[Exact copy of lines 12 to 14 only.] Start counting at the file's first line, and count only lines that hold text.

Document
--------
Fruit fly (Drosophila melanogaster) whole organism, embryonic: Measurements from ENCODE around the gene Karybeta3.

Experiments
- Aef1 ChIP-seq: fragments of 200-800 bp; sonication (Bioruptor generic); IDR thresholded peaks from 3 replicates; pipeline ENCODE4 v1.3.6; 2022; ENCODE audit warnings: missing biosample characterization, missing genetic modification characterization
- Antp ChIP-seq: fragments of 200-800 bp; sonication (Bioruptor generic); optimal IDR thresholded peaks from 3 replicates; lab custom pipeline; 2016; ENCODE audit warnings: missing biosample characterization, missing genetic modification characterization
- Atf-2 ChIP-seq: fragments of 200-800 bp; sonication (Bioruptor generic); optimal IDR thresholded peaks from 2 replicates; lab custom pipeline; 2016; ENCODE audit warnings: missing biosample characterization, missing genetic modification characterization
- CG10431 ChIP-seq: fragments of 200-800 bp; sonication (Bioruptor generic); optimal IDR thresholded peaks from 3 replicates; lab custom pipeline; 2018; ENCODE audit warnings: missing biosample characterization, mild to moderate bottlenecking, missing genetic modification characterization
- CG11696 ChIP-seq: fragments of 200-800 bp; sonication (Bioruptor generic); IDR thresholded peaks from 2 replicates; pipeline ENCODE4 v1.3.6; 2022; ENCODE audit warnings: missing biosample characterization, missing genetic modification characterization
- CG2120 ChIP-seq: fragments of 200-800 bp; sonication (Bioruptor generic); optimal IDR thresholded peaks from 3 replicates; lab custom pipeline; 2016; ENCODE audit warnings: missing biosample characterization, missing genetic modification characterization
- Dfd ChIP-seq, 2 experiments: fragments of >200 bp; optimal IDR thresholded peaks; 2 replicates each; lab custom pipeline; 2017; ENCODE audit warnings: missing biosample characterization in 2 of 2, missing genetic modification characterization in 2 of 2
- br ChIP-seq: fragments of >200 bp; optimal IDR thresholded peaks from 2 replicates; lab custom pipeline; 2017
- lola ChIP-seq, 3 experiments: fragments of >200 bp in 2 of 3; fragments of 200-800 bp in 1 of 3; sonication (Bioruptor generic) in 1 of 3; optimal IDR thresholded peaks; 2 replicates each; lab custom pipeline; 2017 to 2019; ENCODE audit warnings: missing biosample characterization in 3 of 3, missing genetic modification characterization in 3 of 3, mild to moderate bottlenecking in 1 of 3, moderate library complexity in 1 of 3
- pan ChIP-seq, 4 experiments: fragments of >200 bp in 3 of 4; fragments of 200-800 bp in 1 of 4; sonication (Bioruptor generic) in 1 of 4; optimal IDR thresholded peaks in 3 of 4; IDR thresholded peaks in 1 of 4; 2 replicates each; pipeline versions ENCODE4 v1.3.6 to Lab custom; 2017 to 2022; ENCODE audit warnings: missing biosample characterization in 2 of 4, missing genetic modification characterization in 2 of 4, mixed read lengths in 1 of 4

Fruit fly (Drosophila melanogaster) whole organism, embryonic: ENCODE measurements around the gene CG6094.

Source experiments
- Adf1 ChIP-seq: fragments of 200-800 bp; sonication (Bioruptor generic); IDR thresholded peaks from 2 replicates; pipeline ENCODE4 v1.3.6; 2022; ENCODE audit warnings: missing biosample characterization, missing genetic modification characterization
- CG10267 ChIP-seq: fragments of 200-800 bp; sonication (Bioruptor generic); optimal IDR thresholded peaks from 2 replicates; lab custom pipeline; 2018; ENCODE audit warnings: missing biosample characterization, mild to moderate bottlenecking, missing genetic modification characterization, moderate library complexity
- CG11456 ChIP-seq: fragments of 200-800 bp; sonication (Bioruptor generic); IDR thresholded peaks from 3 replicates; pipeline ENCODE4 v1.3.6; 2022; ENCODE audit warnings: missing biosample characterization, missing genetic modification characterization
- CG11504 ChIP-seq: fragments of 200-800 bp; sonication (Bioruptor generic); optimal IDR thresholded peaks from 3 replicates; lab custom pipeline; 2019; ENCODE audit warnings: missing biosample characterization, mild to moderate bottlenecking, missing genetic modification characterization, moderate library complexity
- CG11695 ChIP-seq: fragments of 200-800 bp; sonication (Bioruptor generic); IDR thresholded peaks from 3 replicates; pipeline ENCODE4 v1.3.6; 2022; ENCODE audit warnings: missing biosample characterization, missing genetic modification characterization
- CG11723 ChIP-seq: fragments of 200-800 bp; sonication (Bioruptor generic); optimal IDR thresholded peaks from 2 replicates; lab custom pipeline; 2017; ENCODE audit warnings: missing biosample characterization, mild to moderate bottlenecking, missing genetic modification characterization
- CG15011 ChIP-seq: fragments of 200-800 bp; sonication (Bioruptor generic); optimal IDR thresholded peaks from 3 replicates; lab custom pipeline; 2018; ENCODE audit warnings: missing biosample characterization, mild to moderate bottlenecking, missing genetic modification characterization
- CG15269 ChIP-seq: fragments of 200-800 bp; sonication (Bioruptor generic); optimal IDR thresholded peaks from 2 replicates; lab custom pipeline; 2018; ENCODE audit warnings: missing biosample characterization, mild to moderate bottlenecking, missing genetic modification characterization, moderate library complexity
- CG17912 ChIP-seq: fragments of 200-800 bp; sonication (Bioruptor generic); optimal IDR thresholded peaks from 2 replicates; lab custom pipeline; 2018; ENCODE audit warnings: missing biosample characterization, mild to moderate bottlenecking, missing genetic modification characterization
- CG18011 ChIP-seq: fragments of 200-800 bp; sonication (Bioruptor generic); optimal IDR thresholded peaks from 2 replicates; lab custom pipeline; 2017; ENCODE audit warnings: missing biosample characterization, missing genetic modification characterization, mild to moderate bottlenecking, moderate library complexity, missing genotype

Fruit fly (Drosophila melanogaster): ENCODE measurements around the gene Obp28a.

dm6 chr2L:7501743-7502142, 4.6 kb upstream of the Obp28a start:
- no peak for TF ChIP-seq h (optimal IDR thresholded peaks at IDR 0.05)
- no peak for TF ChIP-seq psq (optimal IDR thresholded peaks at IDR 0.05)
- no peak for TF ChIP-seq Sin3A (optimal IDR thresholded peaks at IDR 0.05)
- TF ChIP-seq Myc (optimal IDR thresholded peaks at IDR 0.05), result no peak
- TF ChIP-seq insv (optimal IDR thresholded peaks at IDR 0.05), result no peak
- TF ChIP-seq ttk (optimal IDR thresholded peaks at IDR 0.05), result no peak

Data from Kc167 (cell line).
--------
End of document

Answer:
- pan ChIP-seq, 4 experiments: fragments of >200 bp in 3 of 4; fragments of 200-800 bp in 1 of 4; sonication (Bioruptor generic) in 1 of 4; optimal IDR thresholded peaks in 3 of 4; IDR thresholded peaks in 1 of 4; 2 replicates each; pipeline versions ENCODE4 v1.3.6 to Lab custom; 2017 to 2022; ENCODE audit warnings: missing biosample characterization in 2 of 4, missing genetic modification characterization in 2 of 4, mixed read lengths in 1 of 4

Fruit fly (Drosophila melanogaster) whole organism, embryonic: ENCODE measurements around the gene CG6094.

Source experiments